In hierarchical polyamory, an individual categorises their partners, using terms such as primary/secondary/tertiary. In general, the relationship with a primary partner will be prioritized over the relationship with a secondary partner, which will be prioritized over the relationship with a tertiary partner. The nature of the prioritization can vary dramatically. In some cases, primary partners have the right to "veto" relationships with secondary and tertiary partners if they feel those relationships are damaging to the primary relationship. In other cases, primary partners have no special rights or privileges; the "primary" nature of the relationship is because they have more shared commitments, such as cohabiting, coparenting, being in business together, merged finances, and so on.
The difference between the levels of relationship in hierarchical polyamory has been illustrated with an example:
Your boss tells you that you will be promoted, which means you need to move to another state to head up the operations there.
Your primary partner says "Congratulations! When do we move?"
Your secondary partner says "Congratulations! When can I come visit?"
Your tertiary partner says "Congratulations! I sure will miss you."
In practice, of course, even a primary partner may have deep ties to a community, through work, family, and so on, and it cannot be assumed that a primary partner will automatically drop everything in their life to move to another state. It may be that a primary partner needs to stay put, and a secondary partner has more geographic flexibility, and can more easily relocate. The final outcome may just as easily be that the primary relationship becomes a long-distance relationship, and the secondary partner becomes the cohabiting partner after the move.
Some hierarchical polyamorists have one and only one primary partner, which produces an arrangement similar to an open relationship. Others are happy to have multiple primary partners, who are all considered co-equal.
In solo polyamory, an individual chooses not to enter into many shared commitments with any lovers, and may even refrain from calling a lover a "partner", or referring to their connection as a "relationship". This may be a healthy choice of an introvert, who prefers to live alone, and wants to spend small amounts of quality time with selected individuals. It may also be an unhealthy way to avoid intimacy, and the challenges to the ego which arise when navigating life with other people whose opinions must be considered as important as one's own.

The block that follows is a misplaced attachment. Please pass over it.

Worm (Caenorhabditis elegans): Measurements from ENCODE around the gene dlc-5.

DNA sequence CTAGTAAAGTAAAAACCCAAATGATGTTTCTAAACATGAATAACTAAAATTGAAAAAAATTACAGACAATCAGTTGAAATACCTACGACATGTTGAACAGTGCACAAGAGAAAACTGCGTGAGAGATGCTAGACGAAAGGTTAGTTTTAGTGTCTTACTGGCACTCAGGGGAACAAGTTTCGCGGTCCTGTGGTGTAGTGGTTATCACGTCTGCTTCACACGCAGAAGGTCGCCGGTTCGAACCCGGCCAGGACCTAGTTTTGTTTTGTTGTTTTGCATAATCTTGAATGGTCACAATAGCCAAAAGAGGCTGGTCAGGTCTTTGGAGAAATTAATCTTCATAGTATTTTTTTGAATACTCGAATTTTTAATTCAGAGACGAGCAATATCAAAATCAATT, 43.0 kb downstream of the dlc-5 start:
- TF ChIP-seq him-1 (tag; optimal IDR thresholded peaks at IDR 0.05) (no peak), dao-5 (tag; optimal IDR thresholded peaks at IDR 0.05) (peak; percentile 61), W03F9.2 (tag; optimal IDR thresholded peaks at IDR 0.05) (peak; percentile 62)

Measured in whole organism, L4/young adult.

Some Tantric practitioners choose solo poly as a way to avoid being caught up in the distractions of the householder existence, but still being able to maintain intimate connections for their Tantric sexual practice.
Polyamory in Tantra
Traditional Tantric texts make it clear that Tantra has never been bound by the norms of society, and sexually exclusive marriage was no exception to Tantric taboo-breaking.
Some Tantrics renounced all forms of material responsibility and devoted themselves to their Tantric study and practice full time. Others maintained a traditional householder lifestyle, and practiced Tantra privately. The Kashmiri Shaivist texts, for example, were primarily written for householders seeking to attain the high states of consciousness which were believed to be reserved for saddhus and hermits.
The traditional texts make it clear that if a Tantric was practising left-hand Tantra, with actual sexual intercourse as part of the practice, the Tantric partner should not be their husband or wife. The ideal Tantric partner was described as someone healthy, someone the Tantric did not find sexually attractive, and someone with whom the Tantric would be unlikely to form a mundane emotional bond. Washer women, for example, members of the "untouchable" caste, were considered ideal Tantric partners for Brahmin men.
Tibetan Tantric texts contain many stories of gurus telling a disciple that the time had come for them to start practising sexual Tantra, and nominating a Tantric partner who would be suitable for them. Traditionally, Tantric relationships would only begin after years of dedicated practice and preparation, usually in celibacy.
Modern neo-Tantra has a different take on polyamory. Neo-Tantra focuses on practising rituals as part of a long-term relationship, choosing partners who are sexually attractive, and working to maintain the sexual attraction for the long term, and developing very emotionally intimate relationships. For neo-Tantrics, polyamory is an expansion of love from one relationship to many. Attachments are not seen as a significant barrier to practice, unless they lead to possessiveness and jealousy.
Modern Westerners, the key audience for neo-Tantra, have no patience for years of celibate practice, followed by Tantric sexual rituals with someone they don't even find attractive. As a result, many Western seekers fall by the wayside, losing sight of any spiritual objective to their Tantric practice, and focusing instead on attaining material pleasures in this world.
This dynamic has contributed to Tantra's poor reputation in the West, as it can be seen as a "spiritual cover" for sex addiction, promiscuity, and even abuse of power.
It is important to remember that polyamory is practised in Tantra as a way of accessing impersonal, unconditional love, and transfiguring one's Tantric partner as an emanation of the Divine. It is a gateway to higher states of consciousness, through transcending our lower impulses of possessiveness and hedonism.
Personal Accounts of Polyamory
More Than Two by Franklin Veaux
Downloadable .pdfs on polyamory, jealousy, and relationship skills by Franklin Veaux
More Than Two by Franklin Veaux and Eve Rickert
The Ethical Slut by Dossie Easton
Opening Up by Tristan Taormino
The Polyamorists Next Door by Elisabeth Sheff
Love in Abundance by Kathy Labriola